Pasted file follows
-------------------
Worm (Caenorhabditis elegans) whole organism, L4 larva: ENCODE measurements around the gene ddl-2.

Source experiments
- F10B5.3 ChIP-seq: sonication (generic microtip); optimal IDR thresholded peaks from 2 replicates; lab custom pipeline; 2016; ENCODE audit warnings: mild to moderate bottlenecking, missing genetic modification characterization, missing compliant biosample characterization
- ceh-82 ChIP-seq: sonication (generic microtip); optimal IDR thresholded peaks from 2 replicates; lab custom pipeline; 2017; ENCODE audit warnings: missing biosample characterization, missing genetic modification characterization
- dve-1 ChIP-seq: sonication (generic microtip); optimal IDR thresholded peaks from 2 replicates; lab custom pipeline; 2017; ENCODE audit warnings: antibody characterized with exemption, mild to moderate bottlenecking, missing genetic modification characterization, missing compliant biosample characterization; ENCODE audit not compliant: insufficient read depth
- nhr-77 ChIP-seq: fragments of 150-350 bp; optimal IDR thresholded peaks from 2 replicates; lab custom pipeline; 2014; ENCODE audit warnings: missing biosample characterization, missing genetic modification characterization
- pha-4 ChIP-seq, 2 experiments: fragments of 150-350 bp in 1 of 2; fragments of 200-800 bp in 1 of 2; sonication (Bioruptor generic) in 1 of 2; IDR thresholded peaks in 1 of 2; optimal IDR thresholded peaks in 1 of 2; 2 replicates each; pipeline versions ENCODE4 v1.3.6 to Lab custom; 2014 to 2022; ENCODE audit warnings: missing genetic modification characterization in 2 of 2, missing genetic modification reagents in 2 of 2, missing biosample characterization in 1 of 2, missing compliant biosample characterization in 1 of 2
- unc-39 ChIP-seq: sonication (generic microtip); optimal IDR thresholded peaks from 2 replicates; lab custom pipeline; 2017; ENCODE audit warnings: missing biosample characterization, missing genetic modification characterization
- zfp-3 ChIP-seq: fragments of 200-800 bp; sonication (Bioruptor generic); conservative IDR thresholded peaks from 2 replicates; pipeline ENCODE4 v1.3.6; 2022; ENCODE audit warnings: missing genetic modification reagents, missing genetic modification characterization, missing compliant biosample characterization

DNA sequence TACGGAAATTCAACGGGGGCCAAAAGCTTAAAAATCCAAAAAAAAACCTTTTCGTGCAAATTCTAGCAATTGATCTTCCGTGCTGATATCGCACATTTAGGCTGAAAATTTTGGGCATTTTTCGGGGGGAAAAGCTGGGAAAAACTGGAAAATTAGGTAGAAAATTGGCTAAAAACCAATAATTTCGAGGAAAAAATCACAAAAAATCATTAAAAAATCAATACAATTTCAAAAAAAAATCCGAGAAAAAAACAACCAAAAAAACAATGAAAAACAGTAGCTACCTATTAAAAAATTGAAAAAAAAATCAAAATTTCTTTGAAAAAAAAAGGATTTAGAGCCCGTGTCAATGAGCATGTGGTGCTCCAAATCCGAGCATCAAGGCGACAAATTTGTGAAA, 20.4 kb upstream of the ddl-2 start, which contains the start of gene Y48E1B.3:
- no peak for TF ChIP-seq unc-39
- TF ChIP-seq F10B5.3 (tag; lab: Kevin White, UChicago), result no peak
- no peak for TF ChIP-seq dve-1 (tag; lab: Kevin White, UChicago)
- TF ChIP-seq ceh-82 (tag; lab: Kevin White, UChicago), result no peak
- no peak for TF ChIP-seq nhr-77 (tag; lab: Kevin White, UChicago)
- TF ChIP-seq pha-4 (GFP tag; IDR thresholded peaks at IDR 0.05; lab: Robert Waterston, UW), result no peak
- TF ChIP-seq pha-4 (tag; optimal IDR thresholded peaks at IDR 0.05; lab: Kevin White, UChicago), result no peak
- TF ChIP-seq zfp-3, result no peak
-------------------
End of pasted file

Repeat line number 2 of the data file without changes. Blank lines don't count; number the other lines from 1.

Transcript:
Source experiments